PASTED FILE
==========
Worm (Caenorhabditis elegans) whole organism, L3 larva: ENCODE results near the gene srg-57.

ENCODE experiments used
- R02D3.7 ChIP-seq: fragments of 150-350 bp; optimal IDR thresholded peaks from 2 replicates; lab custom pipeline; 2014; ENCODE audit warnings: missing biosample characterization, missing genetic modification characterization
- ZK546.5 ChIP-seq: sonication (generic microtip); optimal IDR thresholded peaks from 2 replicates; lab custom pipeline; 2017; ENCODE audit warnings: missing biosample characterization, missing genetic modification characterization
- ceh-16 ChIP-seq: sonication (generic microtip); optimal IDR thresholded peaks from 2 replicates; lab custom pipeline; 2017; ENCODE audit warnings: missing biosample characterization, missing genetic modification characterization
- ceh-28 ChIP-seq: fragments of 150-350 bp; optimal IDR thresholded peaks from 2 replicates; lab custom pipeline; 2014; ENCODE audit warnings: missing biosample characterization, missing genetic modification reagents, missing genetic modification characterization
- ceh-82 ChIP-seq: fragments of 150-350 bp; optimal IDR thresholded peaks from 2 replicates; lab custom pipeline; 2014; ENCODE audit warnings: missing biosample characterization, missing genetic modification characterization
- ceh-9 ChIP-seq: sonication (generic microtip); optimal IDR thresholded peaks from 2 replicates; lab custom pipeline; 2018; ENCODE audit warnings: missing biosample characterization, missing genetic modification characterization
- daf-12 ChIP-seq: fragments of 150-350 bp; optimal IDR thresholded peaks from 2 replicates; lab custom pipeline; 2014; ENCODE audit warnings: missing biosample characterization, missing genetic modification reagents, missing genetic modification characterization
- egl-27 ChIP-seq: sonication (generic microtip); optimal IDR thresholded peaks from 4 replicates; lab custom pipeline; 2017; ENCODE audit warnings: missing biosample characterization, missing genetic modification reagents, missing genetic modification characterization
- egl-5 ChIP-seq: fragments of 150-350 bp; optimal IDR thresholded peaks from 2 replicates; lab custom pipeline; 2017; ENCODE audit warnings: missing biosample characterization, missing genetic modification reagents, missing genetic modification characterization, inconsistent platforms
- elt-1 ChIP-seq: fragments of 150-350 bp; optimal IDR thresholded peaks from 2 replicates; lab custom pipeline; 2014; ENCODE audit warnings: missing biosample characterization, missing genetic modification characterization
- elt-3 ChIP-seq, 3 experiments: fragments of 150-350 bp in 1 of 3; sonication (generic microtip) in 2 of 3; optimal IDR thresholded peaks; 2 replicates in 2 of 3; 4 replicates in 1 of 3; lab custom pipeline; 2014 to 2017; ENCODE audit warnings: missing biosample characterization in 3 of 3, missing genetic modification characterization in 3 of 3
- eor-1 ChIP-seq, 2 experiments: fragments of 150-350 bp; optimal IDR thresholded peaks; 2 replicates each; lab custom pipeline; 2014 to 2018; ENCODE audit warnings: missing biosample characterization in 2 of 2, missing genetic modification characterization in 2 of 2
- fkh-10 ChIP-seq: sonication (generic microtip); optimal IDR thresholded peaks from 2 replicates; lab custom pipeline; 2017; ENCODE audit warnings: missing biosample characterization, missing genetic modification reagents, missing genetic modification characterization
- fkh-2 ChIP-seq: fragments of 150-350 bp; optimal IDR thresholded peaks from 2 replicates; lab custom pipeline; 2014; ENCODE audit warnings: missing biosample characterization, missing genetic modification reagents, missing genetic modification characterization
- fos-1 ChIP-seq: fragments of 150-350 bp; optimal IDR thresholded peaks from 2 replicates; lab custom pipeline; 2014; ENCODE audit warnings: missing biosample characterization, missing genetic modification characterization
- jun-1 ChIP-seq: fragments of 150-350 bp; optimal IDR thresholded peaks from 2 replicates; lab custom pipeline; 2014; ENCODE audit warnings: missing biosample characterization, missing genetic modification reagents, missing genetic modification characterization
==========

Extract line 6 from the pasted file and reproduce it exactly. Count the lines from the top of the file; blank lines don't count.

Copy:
- ceh-28 ChIP-seq: fragments of 150-350 bp; optimal IDR thresholded peaks from 2 replicates; lab custom pipeline; 2014; ENCODE audit warnings: missing biosample characterization, missing genetic modification reagents, missing genetic modification characterization